Sculptor 1971 –
Feinstein’s mediums include oil paint on glass and sculptures made of plaster and carved wood.
Her work has been described as rococo with baroque flourishes and disneyesque and fairy tale themes. For me the sculpture above is some how deflated and a bit like a ransacked fairy tale
I like that she seems to follow an historical person, image or time down a sort of rabbit hole.
As well as sculpture there is much paper work and painting.
Reading about her has taken ages because of all the terribly interesting sideshoots.
Like likey like like.
This journey through her studio is a real inspiration too.
Born October 23 1945
Sculptor and Painter
This woman looks you right in the eye.
Bloody oath she does.
Love the North Sea paintings. They wash about you with a tireless wild energy
makes your hair blow in the wind and your nose prickle with salt.
Also would love to see The Scallop up close. First impressions of the Oscar Wild
sculpture is that it looks a bit melty, or decompostey which is just a tiny bit off putting, but
probably quite intentional.
Well worth checking this lady out.
An interview with Maggie Hambling
Check here to see the top 100 people of influence in the art world.
An interesting bunch of people who live in a totally different sphere.
Their tag lines are inspiring. Here are 7 artists who feature on the list to
8. Marina Abramovic – Performance-artist-turned-celebrity-inspirer-and- admirer
11. Wolfgang Tillmans – The most significant artist photographer working today
14. Jeff Koons – Omnipresent neoliberal pop artist and “balloon dog millionaire”
27. Gerhard Richter – Still one of the most important painters of our times
29. Pierre Huyghe – Cerebral conceptual artist
53. Yayoi Kusama – Red, white and instantly recognizable: the highest earning living female artist.
89. Rick Lowe – Social Sculpture pioneer
Tui Wing and Organic Strawberry Ripiro Beach. 2012 Fiona Pardington.
I have been using this image recently as a bit of a reference for the large tui painting I’m working on.
If you were in the room with this photograph it’s likely you would want to get up close and then range around to see it from all angles and distances.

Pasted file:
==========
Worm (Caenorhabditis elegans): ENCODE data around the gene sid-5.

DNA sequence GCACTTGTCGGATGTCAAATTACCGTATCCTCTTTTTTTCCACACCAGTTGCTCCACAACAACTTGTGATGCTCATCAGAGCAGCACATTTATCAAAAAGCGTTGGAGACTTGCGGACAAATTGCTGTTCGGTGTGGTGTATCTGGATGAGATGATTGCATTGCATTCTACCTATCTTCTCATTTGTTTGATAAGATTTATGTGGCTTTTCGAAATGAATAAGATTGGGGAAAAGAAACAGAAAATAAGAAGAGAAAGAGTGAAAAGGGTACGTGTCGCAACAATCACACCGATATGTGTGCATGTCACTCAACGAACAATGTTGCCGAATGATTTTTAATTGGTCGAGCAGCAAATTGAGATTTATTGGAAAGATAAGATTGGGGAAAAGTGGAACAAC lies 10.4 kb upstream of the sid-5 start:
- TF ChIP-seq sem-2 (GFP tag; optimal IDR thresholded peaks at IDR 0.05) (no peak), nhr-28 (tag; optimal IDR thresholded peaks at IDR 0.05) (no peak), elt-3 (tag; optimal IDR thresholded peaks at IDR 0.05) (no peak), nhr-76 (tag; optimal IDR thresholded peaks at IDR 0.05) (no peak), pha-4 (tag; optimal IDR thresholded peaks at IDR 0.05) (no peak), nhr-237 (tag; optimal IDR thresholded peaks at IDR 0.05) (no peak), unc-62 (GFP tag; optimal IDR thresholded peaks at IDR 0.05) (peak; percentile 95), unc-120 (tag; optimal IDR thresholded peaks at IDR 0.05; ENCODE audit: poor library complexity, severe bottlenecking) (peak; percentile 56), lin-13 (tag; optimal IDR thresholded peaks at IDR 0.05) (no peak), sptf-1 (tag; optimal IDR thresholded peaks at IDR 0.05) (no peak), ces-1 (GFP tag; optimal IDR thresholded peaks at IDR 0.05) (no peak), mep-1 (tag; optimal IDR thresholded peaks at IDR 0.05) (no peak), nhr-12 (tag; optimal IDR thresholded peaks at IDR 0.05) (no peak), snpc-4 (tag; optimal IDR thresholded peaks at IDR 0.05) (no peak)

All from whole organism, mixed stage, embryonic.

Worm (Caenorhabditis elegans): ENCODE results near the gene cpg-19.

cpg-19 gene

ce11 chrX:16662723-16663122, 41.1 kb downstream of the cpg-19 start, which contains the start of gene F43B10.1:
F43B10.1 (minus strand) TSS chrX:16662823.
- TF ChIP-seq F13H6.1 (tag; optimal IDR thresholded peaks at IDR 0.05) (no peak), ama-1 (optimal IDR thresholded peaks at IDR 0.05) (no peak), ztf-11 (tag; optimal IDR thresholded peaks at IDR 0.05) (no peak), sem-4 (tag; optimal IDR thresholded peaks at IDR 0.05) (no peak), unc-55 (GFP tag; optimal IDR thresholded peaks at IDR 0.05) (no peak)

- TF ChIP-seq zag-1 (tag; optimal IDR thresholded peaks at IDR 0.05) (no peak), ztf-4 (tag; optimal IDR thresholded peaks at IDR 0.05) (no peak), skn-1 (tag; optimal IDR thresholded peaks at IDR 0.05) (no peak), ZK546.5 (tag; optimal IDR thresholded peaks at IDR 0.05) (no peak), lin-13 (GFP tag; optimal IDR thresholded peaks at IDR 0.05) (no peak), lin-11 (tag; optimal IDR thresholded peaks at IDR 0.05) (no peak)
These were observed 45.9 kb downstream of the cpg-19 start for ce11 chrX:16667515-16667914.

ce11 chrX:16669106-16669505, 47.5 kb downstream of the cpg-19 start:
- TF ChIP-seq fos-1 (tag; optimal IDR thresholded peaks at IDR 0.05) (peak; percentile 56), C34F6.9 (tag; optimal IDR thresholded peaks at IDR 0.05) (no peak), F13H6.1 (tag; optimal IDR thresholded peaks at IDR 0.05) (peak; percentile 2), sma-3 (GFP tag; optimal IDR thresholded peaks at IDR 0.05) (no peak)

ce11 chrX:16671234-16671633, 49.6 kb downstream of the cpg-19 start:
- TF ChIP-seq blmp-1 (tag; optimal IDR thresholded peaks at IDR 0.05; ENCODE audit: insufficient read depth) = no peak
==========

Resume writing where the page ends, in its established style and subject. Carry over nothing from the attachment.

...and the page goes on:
It’s over sized and immaculately printed.
I kind of want to get around the back of it and see what is propping up the wing.
The strawberry is over ripe, I can almost taste it and certainly smell it.
The gloom gobbles up the sad whiff of the (imagined) tui meat.
There is likely to be a stack of symbolism in this thing, historical, cultural and personal, but for me just now it is simply hauntingly and beautifully elegant, if a little pungent.
What is it for you?
Get ye to Wellington
A Beautiful Hesitation runs from August 22 to November 22 at Wellington’s City Gallery.
Over a 100 of Fiona’s works, spanning 30 years.
More interesting stuff about one of New Zealand’s most celebrated photographers
Salvidor Dali 1904 -1989
It’s Savador Dali’s birthday.
This guy had a serious imagination and he wasn’t afraid
to put it out there.
He also had an amazing technical skill.
I was going to spend my spare time today checking out his
paintings, but now I might spend the next 3 weeks
researching the validity of these 10 bizarre facts about him, including…
“I don’t do drugs. I am drugs.”
So where did he get his inspiration if not from drugs? Well, Dali had some tricks for making himself more creative. One involved a tin plate and spoon. Dali would sit in a chair holding the spoon above the plate and doze off. As he fell asleep, the spoon would drop onto the plate, making a noise loud enough to wake the artist in time to jot down the surreal images he saw in his dreams.
Other times, Dali would stand on his head until he almost passed out, allowing him to become semi-lucid. Dali’s most famous technique was called the “Paranoiac-Critical Method.” This involved trying to create a self-induced paranoid state, allowing him to draw irrational relationships between unconnected objects and to depict the landscape of his own subconscious mind.
Also he had a thing about bread
Today is the birth date of Joseph Cornell American assemblage artist and experimental film maker.
Joseph Cornell Navigating the Imagination interactive exhibition
collage = reality
― Joseph Cornell wrote a series of books by Cornell about helping children discover nature
My favorite NZ assemblage artists are Dale Copeland and Judy Darragh
This caught my eye this morning
Guernica sprung to mind and then some how I ended up here at
Well now – I could happily play in this sand pit for a very very long time
Art speaks Action is a blog about NZ political art seems like it was somebodies journalist school assignment but its a start.
very much looking forward to further reading.
This guy just keeps popping up
last night we watched an episode of Eating Art, Fish Magic jumped onto our screen
love at first sight. Turns out today is his Birthday
So happy birthday Paul Klee and thanks for all the fish.
Remedios Varo 1908 – 1968
Remedios Varo, considered one of the greatest surrealist painters of the 20th century, so obscure to most Americans that when Dr. Alan Friedman, a physicist and director of the New York Hall of Science,came across mention of her in a Thomas Pynchon novel years ago,a colleague assured him that Pynchon had made her up.
Definitely worth further investigation.
Interesting writings here and here
And a nice video clip of her work here
A book of her life
Unexpected Journeys: The Art and Life of Remedios Varo by Janet A. Kaplan
Today is the birthdate of Friedensreich Hundertwasser 1928 – 2000
I like the idea that he had a manefesto –
and I like his 5 skin thoughts which are explained here
Hundertwasser was inspired by
by the art of the Austrian figurative painter Egon Schiele, and Gustav Klimt.
Birkdale Intermediate School Library like him too!